After The Close - The major U.S. equity indexes started the abbreviated week’s first trading session nicely higher on the strength of some good economic data from overseas and some apparent relief among investors that there was no military response from the U.S. and its allies in Syria over the long weekend after evidence emerged last week that the Assad regime had used chemical weapons in the war-torn nation’s ongoing civil war. Then, shortly after trading commenced, a strong report on manufacturing activity for August (see below) gave investors some more confidence.

But the market averages then proceeded to give back most of the earlier gains, as investors were unnerved by reports that Congressional leaders would likely support any President Obama-ordered military strike in Syria and that the U.S. and Israel had recently conducted a joint missile test over the Mediterranean. However, the rollercoaster ride for investors had one last twist and turn in the final hour, as the buyers once again returned and the market rallied anew to finish the day on a somewhat encouraging note. The Dow Jones Industrial Average and the S&P 500 Index recorded modest gains, while the tech-heavy NASDAQ showed the most relative strength. Overall, advancers led decliners on both the Big Board and the NASDAQ.

The fractious Middle East, which has been a hot-button topic for investors in recent weeks, was once again front and center. Stocks gave back a good deal of their earlier gains after, as noted, came word that President Obama would likely get the support of Congress for a limited airstrike on Syria. Both John Boehner, the Republican Speaker of the U.S. House of Representatives, and Eric Cantor, the House Republican majority leader, pledged support for military action in Syria, while Nancy Pelosi, the Democratic leader in the House of Representatives, said that she believes Congress would support a resolution authorizing the use of U.S. military force against Syria. The price of crude oil, which would probably be affected by any disruptions caused by fighting in the Middle East, rallied after starting the session lower on the aforementioned developments. The events from the Middle East could make for some volatile sessions on Wall Street at least until we get closer to the Federal Reserve’s next two-day monetary policy meeting, which gets under way on September 17th.

Meantime, there was some major news from the telecom sector. Before trading commenced on these shores, we learned that industry behemoth Verizon (VZ - Free Verizon Stock Report) agreed to acquire Vodafone's (VOD) 45% stake in Verizon Wireless for $130 billion in cash and stock. The megadeal pushes the value of mergers and acquisitions made this year in the telecom industry past the $300 billion mark. Earlier this year, Microsoft (MSFT - Free Microsoft Stock Report) purchased Nokia’s (NOK) handset business. It’s the highest volume of telecom mergers at this point of the year since 2000, when more than half a trillion dollars in deals were consummated. Shares of both Verizon and Vodafone, though, were lower on the announcement.

A big week for the economy also got off to a solid start, as the Institute for Supply Management reported that manufacturing activity came in at 55.4, which was the fastest rate of improvement in this area in more than two years, and exceeded the consensus forecast for the latest month of 53.8. The report was another indication that the U.S. industrial base continues to strengthen. Not surprisingly, some of the sectors most closely tied to the economy finished higher. Conversely, some of the defensive-oriented sectors, including the utilities, were out of favor today. The stock market’s higher-yielding equities were also hurt by some sector rotation, as rising rates on fixed-income securities—the yield on the benchmark 10-year Treasury note jumped 10 basis points, to 2.85%, today—are making the high-yielding equities less attractive right now. -William G. Ferguson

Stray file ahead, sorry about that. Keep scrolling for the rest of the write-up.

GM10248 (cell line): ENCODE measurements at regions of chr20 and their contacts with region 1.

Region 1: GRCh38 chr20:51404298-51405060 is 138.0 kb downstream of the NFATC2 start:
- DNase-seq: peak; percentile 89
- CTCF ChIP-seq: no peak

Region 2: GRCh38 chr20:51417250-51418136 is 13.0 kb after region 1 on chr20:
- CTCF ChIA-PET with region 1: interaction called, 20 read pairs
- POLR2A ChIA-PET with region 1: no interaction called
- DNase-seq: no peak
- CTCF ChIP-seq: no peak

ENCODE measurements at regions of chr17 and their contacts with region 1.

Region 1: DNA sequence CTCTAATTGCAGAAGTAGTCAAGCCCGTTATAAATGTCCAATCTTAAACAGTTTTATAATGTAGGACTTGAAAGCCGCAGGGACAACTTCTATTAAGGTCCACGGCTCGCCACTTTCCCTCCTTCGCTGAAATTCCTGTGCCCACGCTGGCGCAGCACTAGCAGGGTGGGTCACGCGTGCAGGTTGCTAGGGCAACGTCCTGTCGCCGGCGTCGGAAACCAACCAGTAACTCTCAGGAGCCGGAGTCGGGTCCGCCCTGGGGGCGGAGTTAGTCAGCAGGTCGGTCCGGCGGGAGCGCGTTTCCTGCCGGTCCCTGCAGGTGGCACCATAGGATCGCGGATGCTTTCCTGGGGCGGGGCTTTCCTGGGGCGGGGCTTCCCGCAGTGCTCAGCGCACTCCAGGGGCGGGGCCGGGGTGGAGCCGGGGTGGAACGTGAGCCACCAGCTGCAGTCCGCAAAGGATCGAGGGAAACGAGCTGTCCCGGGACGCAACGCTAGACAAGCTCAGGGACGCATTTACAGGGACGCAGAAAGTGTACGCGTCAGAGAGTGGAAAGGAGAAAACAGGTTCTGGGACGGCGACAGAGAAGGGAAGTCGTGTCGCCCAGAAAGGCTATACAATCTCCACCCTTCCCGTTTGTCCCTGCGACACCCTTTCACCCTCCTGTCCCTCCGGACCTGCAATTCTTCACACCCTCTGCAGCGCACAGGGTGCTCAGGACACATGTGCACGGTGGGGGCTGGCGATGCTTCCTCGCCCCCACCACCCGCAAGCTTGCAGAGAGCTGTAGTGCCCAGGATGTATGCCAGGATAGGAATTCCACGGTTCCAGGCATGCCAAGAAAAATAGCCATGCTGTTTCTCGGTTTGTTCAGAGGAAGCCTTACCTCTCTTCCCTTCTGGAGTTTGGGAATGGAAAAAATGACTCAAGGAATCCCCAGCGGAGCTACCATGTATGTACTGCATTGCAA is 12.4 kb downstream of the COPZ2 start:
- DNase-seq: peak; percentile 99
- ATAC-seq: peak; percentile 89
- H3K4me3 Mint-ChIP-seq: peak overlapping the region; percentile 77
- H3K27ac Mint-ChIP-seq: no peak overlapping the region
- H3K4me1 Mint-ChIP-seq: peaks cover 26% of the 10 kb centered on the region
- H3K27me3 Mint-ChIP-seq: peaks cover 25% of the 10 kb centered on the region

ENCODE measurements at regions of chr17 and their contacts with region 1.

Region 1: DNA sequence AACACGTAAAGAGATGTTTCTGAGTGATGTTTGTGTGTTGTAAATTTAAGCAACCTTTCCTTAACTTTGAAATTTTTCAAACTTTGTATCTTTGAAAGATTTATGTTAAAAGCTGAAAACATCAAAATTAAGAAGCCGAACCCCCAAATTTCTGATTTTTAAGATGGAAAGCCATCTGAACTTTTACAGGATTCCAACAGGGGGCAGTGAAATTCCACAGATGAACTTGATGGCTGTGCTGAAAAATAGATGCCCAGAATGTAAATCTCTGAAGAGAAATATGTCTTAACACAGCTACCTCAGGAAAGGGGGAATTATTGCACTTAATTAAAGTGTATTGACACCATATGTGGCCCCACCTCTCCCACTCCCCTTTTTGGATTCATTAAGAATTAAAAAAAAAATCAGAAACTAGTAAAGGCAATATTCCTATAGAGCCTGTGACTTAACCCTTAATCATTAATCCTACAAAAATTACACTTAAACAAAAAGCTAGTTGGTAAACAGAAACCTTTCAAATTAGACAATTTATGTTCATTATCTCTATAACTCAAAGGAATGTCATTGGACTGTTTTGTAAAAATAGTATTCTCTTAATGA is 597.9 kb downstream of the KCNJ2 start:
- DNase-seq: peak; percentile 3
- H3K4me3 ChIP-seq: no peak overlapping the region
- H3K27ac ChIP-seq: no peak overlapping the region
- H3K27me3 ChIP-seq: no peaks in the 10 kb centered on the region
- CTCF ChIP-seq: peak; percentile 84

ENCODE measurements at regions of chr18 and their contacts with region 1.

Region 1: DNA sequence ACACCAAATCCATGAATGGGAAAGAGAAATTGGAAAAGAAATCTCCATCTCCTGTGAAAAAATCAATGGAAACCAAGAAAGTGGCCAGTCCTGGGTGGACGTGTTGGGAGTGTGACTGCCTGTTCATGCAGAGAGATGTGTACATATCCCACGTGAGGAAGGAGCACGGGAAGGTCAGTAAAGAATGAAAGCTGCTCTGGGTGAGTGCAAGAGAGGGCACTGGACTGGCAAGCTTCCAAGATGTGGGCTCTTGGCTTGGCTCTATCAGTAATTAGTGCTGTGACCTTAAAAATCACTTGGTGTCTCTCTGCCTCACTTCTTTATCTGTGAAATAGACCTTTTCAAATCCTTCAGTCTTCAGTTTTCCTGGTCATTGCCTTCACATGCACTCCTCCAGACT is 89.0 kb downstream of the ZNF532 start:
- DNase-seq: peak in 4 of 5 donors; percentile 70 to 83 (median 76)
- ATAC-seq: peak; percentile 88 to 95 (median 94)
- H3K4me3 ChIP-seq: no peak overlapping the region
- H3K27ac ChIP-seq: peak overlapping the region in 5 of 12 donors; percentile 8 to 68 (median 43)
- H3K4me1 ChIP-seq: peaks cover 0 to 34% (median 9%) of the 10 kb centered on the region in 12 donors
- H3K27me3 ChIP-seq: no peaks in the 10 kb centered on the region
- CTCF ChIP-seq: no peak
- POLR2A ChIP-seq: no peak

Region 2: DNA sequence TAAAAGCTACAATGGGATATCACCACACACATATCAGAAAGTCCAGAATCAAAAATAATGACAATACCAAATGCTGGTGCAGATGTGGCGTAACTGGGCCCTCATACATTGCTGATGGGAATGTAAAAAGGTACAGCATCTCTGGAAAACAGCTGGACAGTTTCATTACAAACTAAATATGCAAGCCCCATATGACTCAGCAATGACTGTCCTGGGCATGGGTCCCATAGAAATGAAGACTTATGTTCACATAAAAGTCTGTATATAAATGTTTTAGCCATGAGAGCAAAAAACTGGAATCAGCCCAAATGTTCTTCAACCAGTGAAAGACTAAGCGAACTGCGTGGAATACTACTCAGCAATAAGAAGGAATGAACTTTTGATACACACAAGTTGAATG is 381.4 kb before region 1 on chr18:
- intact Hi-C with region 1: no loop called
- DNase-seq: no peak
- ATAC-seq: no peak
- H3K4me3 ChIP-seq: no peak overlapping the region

12:25 PM EDT - The U.S. stock market moved sharply higher this morning, but is currently struggling to retain these early gains. It will be important to see if the bulls can manage to keep the rally going through the afternoon, or if today’s bounce will become a selling opportunity. As we pass the noon hour in New York, the Dow Jones Industrial Average is just up 25 points, and losing steam. The weakness in this blue chip index lately is somewhat concerning, as it is composed of a broad spectrum of leading companies. The broader S&P 500 Index is ahead eight points. The NASDAQ, which continues to outperform the other averages, is still up 30 points. Market breadth is positive, as advancers are outweighing decliners by about 2 to 1 on the NYSE.

Most of the market sectors are participating in the up move today. There is leadership in the basic materials issues. Notably, this sector, which had been weak for some time, seems to be picking up. The financial stocks are also advancing, which is good to see. In contrast, the utilities are weak, as they typically underperform in rallies. The consumer non-cyclical issues are also lagging today.

Technically, the S&P 500 Index has spent the past few sessions looking for support, following a sharp one day decline.  Ultimately, we will have to see if the broad index, currently at 1,640, can move back above its 50-day moving average at 1,660. A few attempts may be needed to cross this critical area. The VIX is slightly lower today, but does not show a major shift in sentiment, as sometimes is the case when the market stages a large move.

Investors received some constructive economic news this morning. For example, the Institute for Supply Management’s Index increased to 55.7 in August,  which was better than analyst expectations and also higher that the July reading. Further, construction spending showed some improvement in the month of July.

In the corporate arena, there have been a few deals that may be helping to interest investors in stocks again. In telecom, Nokia (NOK) stock is surging after Microsoft (MSFT - Free Microsoft Stock Report) agreed to buy some of the company’s assets. Verizon (VZ - Free Verizon Stock Report) stock is lower, after that company agreed to buy Vodafone’s (VOD) interest in Verizon Wireless.